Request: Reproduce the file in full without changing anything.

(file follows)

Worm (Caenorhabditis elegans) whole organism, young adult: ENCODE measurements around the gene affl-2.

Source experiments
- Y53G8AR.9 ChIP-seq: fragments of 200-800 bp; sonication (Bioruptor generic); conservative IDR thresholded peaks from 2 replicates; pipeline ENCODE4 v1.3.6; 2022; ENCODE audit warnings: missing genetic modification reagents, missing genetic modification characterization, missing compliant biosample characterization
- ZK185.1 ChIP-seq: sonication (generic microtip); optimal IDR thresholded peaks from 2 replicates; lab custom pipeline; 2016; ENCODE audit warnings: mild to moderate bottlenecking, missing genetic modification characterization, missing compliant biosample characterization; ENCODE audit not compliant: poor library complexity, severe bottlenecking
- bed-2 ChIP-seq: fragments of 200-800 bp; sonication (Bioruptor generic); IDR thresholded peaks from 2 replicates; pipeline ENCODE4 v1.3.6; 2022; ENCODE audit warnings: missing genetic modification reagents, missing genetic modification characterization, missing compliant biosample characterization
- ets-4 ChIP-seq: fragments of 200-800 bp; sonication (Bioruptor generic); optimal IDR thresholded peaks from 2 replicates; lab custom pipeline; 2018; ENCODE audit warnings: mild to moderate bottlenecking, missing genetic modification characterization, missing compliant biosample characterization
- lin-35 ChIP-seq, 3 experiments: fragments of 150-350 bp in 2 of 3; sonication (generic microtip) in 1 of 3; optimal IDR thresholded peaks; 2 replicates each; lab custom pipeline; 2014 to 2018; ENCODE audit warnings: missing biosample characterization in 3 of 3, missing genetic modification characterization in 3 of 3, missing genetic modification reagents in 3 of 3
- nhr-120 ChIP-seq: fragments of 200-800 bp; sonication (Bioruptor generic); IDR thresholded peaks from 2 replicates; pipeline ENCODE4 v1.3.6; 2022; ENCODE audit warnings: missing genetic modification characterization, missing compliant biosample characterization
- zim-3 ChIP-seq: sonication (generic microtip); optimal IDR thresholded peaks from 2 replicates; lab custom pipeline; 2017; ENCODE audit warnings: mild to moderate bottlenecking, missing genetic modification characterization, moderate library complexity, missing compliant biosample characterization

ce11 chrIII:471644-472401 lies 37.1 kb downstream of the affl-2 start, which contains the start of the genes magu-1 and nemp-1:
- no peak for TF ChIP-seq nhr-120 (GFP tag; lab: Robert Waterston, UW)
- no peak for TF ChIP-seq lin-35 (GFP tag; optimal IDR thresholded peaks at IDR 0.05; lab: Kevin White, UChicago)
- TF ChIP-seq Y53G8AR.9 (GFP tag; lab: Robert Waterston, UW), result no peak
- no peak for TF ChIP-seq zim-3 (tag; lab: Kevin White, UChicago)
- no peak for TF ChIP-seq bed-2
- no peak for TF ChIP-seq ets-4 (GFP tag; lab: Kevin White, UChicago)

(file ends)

Worm (Caenorhabditis elegans) whole organism, young adult: ENCODE measurements around the gene affl-2.

Source experiments
- Y53G8AR.9 ChIP-seq: fragments of 200-800 bp; sonication (Bioruptor generic); conservative IDR thresholded peaks from 2 replicates; pipeline ENCODE4 v1.3.6; 2022; ENCODE audit warnings: missing genetic modification reagents, missing genetic modification characterization, missing compliant biosample characterization
- ZK185.1 ChIP-seq: sonication (generic microtip); optimal IDR thresholded peaks from 2 replicates; lab custom pipeline; 2016; ENCODE audit warnings: mild to moderate bottlenecking, missing genetic modification characterization, missing compliant biosample characterization; ENCODE audit not compliant: poor library complexity, severe bottlenecking
- bed-2 ChIP-seq: fragments of 200-800 bp; sonication (Bioruptor generic); IDR thresholded peaks from 2 replicates; pipeline ENCODE4 v1.3.6; 2022; ENCODE audit warnings: missing genetic modification reagents, missing genetic modification characterization, missing compliant biosample characterization
- ets-4 ChIP-seq: fragments of 200-800 bp; sonication (Bioruptor generic); optimal IDR thresholded peaks from 2 replicates; lab custom pipeline; 2018; ENCODE audit warnings: mild to moderate bottlenecking, missing genetic modification characterization, missing compliant biosample characterization
- lin-35 ChIP-seq, 3 experiments: fragments of 150-350 bp in 2 of 3; sonication (generic microtip) in 1 of 3; optimal IDR thresholded peaks; 2 replicates each; lab custom pipeline; 2014 to 2018; ENCODE audit warnings: missing biosample characterization in 3 of 3, missing genetic modification characterization in 3 of 3, missing genetic modification reagents in 3 of 3
- nhr-120 ChIP-seq: fragments of 200-800 bp; sonication (Bioruptor generic); IDR thresholded peaks from 2 replicates; pipeline ENCODE4 v1.3.6; 2022; ENCODE audit warnings: missing genetic modification characterization, missing compliant biosample characterization
- zim-3 ChIP-seq: sonication (generic microtip); optimal IDR thresholded peaks from 2 replicates; lab custom pipeline; 2017; ENCODE audit warnings: mild to moderate bottlenecking, missing genetic modification characterization, moderate library complexity, missing compliant biosample characterization

ce11 chrIII:471644-472401 lies 37.1 kb downstream of the affl-2 start, which contains the start of the genes magu-1 and nemp-1:
- no peak for TF ChIP-seq nhr-120 (GFP tag; lab: Robert Waterston, UW)
- no peak for TF ChIP-seq lin-35 (GFP tag; optimal IDR thresholded peaks at IDR 0.05; lab: Kevin White, UChicago)
- TF ChIP-seq Y53G8AR.9 (GFP tag; lab: Robert Waterston, UW), result no peak
- no peak for TF ChIP-seq zim-3 (tag; lab: Kevin White, UChicago)
- no peak for TF ChIP-seq bed-2
- no peak for TF ChIP-seq ets-4 (GFP tag; lab: Kevin White, UChicago)